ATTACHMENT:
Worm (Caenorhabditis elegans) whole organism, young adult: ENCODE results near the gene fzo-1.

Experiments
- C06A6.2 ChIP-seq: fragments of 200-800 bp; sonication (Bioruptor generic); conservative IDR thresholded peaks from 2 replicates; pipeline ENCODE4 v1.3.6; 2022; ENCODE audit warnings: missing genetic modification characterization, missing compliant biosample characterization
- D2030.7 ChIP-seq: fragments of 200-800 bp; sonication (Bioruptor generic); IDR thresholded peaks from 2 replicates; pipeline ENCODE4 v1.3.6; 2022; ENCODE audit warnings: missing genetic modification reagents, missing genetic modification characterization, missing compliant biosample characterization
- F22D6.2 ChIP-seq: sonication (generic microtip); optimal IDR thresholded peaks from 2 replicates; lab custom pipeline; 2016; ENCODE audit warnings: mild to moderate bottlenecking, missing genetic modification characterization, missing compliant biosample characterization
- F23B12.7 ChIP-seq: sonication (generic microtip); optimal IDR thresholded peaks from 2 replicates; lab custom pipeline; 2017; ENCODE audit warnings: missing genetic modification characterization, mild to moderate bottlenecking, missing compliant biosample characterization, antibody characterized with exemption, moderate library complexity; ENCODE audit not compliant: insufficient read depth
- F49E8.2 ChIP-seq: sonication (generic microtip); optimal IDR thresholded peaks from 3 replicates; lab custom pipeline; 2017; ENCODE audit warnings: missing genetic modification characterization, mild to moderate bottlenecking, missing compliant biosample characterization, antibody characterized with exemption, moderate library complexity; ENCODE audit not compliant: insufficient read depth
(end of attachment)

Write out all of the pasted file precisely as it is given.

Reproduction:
Worm (Caenorhabditis elegans) whole organism, young adult: ENCODE results near the gene fzo-1.

Experiments
- C06A6.2 ChIP-seq: fragments of 200-800 bp; sonication (Bioruptor generic); conservative IDR thresholded peaks from 2 replicates; pipeline ENCODE4 v1.3.6; 2022; ENCODE audit warnings: missing genetic modification characterization, missing compliant biosample characterization
- D2030.7 ChIP-seq: fragments of 200-800 bp; sonication (Bioruptor generic); IDR thresholded peaks from 2 replicates; pipeline ENCODE4 v1.3.6; 2022; ENCODE audit warnings: missing genetic modification reagents, missing genetic modification characterization, missing compliant biosample characterization
- F22D6.2 ChIP-seq: sonication (generic microtip); optimal IDR thresholded peaks from 2 replicates; lab custom pipeline; 2016; ENCODE audit warnings: mild to moderate bottlenecking, missing genetic modification characterization, missing compliant biosample characterization
- F23B12.7 ChIP-seq: sonication (generic microtip); optimal IDR thresholded peaks from 2 replicates; lab custom pipeline; 2017; ENCODE audit warnings: missing genetic modification characterization, mild to moderate bottlenecking, missing compliant biosample characterization, antibody characterized with exemption, moderate library complexity; ENCODE audit not compliant: insufficient read depth
- F49E8.2 ChIP-seq: sonication (generic microtip); optimal IDR thresholded peaks from 3 replicates; lab custom pipeline; 2017; ENCODE audit warnings: missing genetic modification characterization, mild to moderate bottlenecking, missing compliant biosample characterization, antibody characterized with exemption, moderate library complexity; ENCODE audit not compliant: insufficient read depth